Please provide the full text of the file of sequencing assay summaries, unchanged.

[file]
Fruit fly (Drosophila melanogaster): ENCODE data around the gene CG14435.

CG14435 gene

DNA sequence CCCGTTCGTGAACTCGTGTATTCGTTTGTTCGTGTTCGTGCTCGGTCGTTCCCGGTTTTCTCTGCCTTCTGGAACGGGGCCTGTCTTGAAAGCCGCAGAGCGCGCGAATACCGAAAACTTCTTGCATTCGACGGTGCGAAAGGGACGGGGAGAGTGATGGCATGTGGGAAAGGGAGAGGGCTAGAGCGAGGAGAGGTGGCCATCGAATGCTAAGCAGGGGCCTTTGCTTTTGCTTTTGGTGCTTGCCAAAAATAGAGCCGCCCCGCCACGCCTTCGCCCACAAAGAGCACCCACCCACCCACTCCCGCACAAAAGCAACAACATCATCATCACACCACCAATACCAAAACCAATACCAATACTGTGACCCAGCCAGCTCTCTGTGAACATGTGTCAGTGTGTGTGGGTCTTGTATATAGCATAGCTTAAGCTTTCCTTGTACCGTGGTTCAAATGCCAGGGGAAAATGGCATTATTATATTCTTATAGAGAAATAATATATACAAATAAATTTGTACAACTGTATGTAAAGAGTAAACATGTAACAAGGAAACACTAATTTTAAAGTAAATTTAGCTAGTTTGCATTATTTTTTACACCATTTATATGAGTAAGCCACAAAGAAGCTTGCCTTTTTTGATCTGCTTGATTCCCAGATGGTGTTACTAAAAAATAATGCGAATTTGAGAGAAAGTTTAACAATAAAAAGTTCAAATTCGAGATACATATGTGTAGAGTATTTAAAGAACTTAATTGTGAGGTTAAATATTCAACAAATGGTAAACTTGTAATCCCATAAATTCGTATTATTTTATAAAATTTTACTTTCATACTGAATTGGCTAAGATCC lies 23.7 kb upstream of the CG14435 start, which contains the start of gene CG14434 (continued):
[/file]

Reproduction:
Fruit fly (Drosophila melanogaster): ENCODE data around the gene CG14435.

CG14435 gene

DNA sequence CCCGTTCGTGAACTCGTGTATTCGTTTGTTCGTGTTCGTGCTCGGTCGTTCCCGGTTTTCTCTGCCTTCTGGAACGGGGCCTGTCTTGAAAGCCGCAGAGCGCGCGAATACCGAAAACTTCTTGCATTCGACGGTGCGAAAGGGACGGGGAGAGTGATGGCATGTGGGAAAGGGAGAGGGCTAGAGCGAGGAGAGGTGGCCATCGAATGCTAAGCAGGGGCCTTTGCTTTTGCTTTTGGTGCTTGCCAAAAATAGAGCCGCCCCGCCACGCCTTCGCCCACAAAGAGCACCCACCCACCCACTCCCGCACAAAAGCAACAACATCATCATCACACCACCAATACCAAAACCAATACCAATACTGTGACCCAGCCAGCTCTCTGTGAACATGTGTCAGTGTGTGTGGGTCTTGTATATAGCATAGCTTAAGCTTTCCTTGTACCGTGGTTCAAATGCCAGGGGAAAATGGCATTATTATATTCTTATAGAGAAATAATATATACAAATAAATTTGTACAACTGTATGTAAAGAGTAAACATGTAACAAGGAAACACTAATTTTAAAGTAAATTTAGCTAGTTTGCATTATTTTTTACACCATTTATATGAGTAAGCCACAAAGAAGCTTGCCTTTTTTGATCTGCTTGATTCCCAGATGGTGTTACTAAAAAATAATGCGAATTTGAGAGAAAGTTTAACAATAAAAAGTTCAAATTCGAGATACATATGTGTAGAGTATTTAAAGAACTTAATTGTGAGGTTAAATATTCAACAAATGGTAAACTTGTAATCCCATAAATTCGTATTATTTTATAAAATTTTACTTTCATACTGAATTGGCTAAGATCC lies 23.7 kb upstream of the CG14435 start, which contains the start of gene CG14434 (continued):